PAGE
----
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Re: Can I Have Your Opinions and Ideas on Audience?
Subject:Re: Can I Have Your Opinions and Ideas on Audience? From:Sonina Velasquez <tscom009 -at- DUNX1 -dot- OCS -dot- DREXEL -dot- EDU> Date:Wed, 2 Nov 1994 21:32:06 +0800
"My intuition is that there are a basic set of skills/actions (analogous to
>the therblings in industrial engineering) that separate users into
>categories and that these can be identified and used to make meaningful
>distinctions between levels of assistance required."
"I think that some form of test is the missing link in efforts to target
>documentation to users' needs; current steps in this direction (quick start
>guides and expanded guides that tell you how to do the same things, quick
>reference cards, etc.) rely on the user's estimate of their own
>capabilities, which are obviously not necessarily reliable or accurate."
are two statements that have concepts that have touched me as well. There
has to be a tool out there (the missing link) that technical writers can
use to effectively WRITE TO A SPECIFIC AUDIENCE. What I have found is a
list of questions, such as
1. What do you do for a living?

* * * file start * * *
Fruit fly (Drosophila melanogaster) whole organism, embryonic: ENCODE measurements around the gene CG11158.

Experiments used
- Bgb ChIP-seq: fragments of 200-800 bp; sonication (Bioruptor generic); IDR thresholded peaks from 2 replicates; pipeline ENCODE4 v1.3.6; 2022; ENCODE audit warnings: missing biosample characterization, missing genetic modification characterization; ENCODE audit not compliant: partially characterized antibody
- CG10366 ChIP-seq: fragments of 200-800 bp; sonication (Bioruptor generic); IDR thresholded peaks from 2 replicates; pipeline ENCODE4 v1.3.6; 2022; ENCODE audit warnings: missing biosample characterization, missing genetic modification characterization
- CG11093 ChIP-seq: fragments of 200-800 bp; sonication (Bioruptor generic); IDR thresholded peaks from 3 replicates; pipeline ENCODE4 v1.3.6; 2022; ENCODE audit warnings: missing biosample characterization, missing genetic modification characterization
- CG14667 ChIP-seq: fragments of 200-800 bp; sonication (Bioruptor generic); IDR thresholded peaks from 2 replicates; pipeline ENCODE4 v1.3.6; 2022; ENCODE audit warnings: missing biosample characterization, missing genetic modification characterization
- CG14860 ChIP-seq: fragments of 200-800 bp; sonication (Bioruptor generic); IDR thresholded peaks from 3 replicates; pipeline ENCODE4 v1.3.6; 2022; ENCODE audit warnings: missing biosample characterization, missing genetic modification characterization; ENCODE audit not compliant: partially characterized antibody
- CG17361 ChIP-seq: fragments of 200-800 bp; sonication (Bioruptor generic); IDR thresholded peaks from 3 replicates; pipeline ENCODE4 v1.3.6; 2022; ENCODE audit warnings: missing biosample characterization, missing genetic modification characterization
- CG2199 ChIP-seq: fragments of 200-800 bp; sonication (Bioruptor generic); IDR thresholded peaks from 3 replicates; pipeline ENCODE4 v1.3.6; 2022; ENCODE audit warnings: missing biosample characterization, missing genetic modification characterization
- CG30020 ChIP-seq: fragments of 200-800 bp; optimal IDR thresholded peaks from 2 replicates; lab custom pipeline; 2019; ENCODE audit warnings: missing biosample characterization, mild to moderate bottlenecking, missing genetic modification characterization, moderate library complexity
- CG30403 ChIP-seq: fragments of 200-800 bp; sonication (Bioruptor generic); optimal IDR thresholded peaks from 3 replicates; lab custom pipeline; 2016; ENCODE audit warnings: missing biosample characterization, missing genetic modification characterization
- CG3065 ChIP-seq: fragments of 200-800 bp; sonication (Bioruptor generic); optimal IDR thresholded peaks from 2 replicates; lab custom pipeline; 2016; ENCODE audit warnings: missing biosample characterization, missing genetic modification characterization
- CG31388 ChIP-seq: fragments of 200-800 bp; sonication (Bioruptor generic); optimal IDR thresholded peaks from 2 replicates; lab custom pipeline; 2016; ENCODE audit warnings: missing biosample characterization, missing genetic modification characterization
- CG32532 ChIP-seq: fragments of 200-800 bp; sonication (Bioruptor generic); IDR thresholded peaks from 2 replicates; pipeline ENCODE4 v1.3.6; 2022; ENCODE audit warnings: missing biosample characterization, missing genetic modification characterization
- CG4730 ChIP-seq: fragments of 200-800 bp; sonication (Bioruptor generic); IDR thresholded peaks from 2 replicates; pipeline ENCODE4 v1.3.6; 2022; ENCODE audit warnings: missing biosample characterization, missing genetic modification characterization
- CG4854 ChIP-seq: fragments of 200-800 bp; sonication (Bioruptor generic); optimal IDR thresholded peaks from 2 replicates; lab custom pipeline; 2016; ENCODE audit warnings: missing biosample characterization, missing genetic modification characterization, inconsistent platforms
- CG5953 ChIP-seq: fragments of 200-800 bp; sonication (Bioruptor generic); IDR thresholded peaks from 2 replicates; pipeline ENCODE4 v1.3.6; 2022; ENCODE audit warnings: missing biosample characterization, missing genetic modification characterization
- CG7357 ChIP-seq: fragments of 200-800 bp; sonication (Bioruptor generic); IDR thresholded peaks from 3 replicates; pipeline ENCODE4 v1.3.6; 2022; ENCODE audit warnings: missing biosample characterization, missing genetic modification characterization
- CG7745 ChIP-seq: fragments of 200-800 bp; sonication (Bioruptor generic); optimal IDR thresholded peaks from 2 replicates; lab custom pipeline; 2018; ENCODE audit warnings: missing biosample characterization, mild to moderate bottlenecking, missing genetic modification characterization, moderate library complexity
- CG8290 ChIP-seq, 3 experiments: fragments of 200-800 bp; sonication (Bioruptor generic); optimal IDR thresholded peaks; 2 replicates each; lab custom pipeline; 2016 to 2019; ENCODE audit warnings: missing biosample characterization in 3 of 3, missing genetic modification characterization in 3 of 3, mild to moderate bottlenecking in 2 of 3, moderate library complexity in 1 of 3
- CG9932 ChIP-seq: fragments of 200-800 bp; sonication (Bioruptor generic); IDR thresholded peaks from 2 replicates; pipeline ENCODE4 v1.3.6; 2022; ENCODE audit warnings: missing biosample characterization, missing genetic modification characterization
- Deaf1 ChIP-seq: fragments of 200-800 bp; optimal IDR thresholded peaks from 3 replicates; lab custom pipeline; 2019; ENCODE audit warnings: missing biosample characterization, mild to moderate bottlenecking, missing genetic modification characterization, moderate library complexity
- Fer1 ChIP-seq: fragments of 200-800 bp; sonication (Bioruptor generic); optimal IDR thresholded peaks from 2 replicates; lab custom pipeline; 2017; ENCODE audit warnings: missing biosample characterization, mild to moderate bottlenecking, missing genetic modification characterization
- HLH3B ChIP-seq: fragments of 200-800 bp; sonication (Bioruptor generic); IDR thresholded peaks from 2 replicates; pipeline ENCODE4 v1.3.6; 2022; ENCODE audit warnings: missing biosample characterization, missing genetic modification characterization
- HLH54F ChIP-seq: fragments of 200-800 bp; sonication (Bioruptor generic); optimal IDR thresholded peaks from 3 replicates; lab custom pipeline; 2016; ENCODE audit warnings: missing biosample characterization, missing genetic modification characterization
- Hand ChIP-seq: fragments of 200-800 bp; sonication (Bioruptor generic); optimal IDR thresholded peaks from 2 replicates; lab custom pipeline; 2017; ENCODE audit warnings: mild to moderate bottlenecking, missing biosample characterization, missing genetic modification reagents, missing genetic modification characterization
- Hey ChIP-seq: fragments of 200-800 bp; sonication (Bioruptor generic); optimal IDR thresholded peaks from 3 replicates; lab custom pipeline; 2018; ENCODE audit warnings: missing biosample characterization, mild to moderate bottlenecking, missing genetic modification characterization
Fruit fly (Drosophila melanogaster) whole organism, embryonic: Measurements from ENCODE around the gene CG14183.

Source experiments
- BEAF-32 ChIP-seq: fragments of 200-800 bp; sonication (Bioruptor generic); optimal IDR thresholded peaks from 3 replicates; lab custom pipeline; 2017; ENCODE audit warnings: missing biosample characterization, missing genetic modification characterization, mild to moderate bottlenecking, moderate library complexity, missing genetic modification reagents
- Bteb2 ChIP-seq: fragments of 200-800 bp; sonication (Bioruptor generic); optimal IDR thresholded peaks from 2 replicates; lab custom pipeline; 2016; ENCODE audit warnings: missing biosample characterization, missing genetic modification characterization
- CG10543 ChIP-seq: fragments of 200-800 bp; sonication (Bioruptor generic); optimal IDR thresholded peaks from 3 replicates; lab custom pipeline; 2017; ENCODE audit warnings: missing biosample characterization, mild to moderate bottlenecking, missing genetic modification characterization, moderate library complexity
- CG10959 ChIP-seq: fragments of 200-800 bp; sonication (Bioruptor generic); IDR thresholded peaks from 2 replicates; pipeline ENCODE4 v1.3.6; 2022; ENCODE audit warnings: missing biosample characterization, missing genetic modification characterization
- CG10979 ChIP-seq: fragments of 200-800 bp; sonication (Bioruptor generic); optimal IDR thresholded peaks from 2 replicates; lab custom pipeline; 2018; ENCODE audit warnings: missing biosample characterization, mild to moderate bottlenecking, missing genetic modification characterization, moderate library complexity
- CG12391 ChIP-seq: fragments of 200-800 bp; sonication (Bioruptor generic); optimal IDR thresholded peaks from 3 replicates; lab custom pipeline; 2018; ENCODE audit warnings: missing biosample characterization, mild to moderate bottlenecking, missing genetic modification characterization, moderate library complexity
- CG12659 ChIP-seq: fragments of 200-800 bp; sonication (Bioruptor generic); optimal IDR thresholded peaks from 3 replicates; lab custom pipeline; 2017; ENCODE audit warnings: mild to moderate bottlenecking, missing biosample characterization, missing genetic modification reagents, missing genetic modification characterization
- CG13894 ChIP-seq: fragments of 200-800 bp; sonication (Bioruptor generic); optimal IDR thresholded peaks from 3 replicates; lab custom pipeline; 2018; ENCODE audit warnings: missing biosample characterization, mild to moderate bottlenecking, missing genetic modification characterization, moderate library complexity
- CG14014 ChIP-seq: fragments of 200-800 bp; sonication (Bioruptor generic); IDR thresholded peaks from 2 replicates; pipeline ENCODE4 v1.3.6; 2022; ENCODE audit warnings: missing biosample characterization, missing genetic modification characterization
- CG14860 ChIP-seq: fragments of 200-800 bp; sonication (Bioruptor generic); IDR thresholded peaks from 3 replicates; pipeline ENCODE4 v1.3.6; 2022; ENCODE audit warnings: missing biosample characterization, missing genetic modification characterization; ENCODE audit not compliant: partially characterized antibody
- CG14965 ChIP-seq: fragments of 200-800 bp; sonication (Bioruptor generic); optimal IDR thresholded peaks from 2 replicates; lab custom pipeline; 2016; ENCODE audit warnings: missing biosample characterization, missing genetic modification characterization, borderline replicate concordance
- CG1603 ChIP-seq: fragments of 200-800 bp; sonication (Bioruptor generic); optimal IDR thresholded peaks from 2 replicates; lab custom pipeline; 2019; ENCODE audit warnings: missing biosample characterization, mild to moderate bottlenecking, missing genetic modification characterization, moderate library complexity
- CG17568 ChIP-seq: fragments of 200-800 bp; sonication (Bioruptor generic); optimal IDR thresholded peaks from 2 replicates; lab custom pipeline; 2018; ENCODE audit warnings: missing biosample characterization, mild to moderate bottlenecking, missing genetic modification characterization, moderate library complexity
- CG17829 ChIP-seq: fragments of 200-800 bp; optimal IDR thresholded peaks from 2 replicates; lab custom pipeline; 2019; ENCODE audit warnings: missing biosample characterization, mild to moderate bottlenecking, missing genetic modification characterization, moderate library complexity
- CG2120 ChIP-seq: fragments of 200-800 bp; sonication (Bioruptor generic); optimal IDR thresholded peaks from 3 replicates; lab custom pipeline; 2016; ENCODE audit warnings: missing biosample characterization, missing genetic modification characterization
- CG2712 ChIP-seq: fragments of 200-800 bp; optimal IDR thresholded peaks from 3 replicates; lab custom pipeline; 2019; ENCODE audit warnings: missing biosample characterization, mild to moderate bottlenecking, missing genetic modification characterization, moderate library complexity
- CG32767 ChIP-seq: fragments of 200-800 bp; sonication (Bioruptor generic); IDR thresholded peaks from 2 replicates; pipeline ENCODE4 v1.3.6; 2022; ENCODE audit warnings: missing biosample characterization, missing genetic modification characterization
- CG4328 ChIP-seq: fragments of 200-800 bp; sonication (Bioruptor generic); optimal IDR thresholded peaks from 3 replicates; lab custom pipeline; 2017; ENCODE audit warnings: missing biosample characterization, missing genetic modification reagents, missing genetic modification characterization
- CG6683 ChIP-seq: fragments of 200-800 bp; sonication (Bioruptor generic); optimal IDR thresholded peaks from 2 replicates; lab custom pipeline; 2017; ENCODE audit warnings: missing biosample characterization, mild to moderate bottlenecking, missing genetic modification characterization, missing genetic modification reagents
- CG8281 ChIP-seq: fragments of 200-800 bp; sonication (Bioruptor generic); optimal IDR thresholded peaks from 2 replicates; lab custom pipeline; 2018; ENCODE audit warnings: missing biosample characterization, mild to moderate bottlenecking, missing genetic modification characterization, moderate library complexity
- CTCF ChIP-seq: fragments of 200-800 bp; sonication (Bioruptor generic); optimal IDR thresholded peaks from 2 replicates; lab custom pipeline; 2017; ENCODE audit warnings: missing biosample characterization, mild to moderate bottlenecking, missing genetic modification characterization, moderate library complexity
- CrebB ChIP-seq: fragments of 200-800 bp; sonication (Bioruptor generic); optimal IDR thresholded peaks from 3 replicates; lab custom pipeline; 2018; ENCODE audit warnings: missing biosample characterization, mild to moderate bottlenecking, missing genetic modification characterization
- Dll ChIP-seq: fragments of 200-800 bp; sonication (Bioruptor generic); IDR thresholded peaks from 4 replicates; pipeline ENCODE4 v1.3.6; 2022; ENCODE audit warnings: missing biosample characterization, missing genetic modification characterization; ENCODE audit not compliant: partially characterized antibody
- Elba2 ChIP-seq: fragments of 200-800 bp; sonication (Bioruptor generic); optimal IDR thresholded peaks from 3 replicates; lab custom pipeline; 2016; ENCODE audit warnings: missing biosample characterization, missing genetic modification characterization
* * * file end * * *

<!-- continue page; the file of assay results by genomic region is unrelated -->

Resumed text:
2. What are your key responsibilities?
3. What will you be using this information (technical document for)?
This is the only tool I have found. Does any one know of any other tools
that are similar? or not similar, but effective?
The closest "other" tool I have seen I some how fell upon at a seminar by
Career Tracks called --"How to Handle People With Tact and Skill"
It was a reference table in the back of the seminar booklet which was
designed to help people communicate (verbally-tactfully) with difficult
people they work with. Although in its raw form it can not be used to help
technical communicators address a specific audience, but maybe modified
slightly it can help. I have tried rewriting it, but need help to refine it
as a working tool.
The basic concept behind the reference table is that people or people's
personalities can be categorized. Once categorized (type a, type b, type c)
you can figure out how to address that person. I know this might seem quite
shallow at first glance, but it may be worth a try.
Shy, Aggressive, Demanding, Leader, Follower (the list goes on--if you are
interested I'll write more about the categories next time). Once you find
out or figure out what type of personality you are writing for, you can
look on this reference card and see how best to address that type of a
person. I imagine it takes practice and intuitiveness.